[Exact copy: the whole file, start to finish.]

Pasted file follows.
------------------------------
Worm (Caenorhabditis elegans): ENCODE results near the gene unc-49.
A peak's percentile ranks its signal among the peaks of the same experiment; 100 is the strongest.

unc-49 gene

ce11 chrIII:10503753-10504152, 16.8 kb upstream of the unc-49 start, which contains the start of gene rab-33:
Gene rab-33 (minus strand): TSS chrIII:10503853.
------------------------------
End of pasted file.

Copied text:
Worm (Caenorhabditis elegans): ENCODE results near the gene unc-49.
A peak's percentile ranks its signal among the peaks of the same experiment; 100 is the strongest.

unc-49 gene

ce11 chrIII:10503753-10504152, 16.8 kb upstream of the unc-49 start, which contains the start of gene rab-33:
Gene rab-33 (minus strand): TSS chrIII:10503853.